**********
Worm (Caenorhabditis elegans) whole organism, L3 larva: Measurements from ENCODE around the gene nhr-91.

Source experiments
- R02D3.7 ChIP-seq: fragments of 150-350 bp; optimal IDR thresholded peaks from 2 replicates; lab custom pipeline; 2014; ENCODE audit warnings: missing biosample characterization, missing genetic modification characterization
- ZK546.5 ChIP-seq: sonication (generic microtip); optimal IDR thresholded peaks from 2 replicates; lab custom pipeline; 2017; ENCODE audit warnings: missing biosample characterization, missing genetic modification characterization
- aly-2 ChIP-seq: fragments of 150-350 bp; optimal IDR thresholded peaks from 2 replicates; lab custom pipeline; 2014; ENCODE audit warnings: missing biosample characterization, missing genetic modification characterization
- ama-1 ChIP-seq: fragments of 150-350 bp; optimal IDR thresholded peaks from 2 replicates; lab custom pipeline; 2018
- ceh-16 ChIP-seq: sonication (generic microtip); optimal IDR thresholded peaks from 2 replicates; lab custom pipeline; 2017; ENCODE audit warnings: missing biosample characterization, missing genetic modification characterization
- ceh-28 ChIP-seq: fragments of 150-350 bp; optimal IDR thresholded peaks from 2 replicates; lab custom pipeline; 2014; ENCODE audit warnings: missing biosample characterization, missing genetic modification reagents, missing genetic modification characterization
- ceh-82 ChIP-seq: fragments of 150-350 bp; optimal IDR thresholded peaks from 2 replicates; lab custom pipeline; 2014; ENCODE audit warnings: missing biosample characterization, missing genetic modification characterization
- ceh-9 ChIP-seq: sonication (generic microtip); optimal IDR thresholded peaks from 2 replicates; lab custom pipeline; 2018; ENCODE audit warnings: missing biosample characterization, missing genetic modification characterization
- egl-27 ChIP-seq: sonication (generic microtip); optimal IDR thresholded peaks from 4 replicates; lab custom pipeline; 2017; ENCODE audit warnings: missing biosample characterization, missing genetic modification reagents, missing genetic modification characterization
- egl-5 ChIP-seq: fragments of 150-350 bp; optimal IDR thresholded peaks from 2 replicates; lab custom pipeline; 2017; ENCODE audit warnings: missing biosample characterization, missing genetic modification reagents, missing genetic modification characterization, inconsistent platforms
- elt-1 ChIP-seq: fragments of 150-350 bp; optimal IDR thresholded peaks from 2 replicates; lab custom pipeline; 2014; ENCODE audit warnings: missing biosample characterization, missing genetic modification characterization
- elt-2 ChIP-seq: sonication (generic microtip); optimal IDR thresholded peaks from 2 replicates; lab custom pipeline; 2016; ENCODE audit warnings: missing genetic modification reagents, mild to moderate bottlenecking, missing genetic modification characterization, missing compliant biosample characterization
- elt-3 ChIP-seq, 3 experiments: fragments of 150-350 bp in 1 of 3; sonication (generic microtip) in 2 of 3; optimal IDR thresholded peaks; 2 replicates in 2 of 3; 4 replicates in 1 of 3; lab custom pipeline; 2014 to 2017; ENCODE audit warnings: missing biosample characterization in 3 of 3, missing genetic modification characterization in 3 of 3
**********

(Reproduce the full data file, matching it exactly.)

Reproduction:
Worm (Caenorhabditis elegans) whole organism, L3 larva: Measurements from ENCODE around the gene nhr-91.

Source experiments
- R02D3.7 ChIP-seq: fragments of 150-350 bp; optimal IDR thresholded peaks from 2 replicates; lab custom pipeline; 2014; ENCODE audit warnings: missing biosample characterization, missing genetic modification characterization
- ZK546.5 ChIP-seq: sonication (generic microtip); optimal IDR thresholded peaks from 2 replicates; lab custom pipeline; 2017; ENCODE audit warnings: missing biosample characterization, missing genetic modification characterization
- aly-2 ChIP-seq: fragments of 150-350 bp; optimal IDR thresholded peaks from 2 replicates; lab custom pipeline; 2014; ENCODE audit warnings: missing biosample characterization, missing genetic modification characterization
- ama-1 ChIP-seq: fragments of 150-350 bp; optimal IDR thresholded peaks from 2 replicates; lab custom pipeline; 2018
- ceh-16 ChIP-seq: sonication (generic microtip); optimal IDR thresholded peaks from 2 replicates; lab custom pipeline; 2017; ENCODE audit warnings: missing biosample characterization, missing genetic modification characterization
- ceh-28 ChIP-seq: fragments of 150-350 bp; optimal IDR thresholded peaks from 2 replicates; lab custom pipeline; 2014; ENCODE audit warnings: missing biosample characterization, missing genetic modification reagents, missing genetic modification characterization
- ceh-82 ChIP-seq: fragments of 150-350 bp; optimal IDR thresholded peaks from 2 replicates; lab custom pipeline; 2014; ENCODE audit warnings: missing biosample characterization, missing genetic modification characterization
- ceh-9 ChIP-seq: sonication (generic microtip); optimal IDR thresholded peaks from 2 replicates; lab custom pipeline; 2018; ENCODE audit warnings: missing biosample characterization, missing genetic modification characterization
- egl-27 ChIP-seq: sonication (generic microtip); optimal IDR thresholded peaks from 4 replicates; lab custom pipeline; 2017; ENCODE audit warnings: missing biosample characterization, missing genetic modification reagents, missing genetic modification characterization
- egl-5 ChIP-seq: fragments of 150-350 bp; optimal IDR thresholded peaks from 2 replicates; lab custom pipeline; 2017; ENCODE audit warnings: missing biosample characterization, missing genetic modification reagents, missing genetic modification characterization, inconsistent platforms
- elt-1 ChIP-seq: fragments of 150-350 bp; optimal IDR thresholded peaks from 2 replicates; lab custom pipeline; 2014; ENCODE audit warnings: missing biosample characterization, missing genetic modification characterization
- elt-2 ChIP-seq: sonication (generic microtip); optimal IDR thresholded peaks from 2 replicates; lab custom pipeline; 2016; ENCODE audit warnings: missing genetic modification reagents, mild to moderate bottlenecking, missing genetic modification characterization, missing compliant biosample characterization
- elt-3 ChIP-seq, 3 experiments: fragments of 150-350 bp in 1 of 3; sonication (generic microtip) in 2 of 3; optimal IDR thresholded peaks; 2 replicates in 2 of 3; 4 replicates in 1 of 3; lab custom pipeline; 2014 to 2017; ENCODE audit warnings: missing biosample characterization in 3 of 3, missing genetic modification characterization in 3 of 3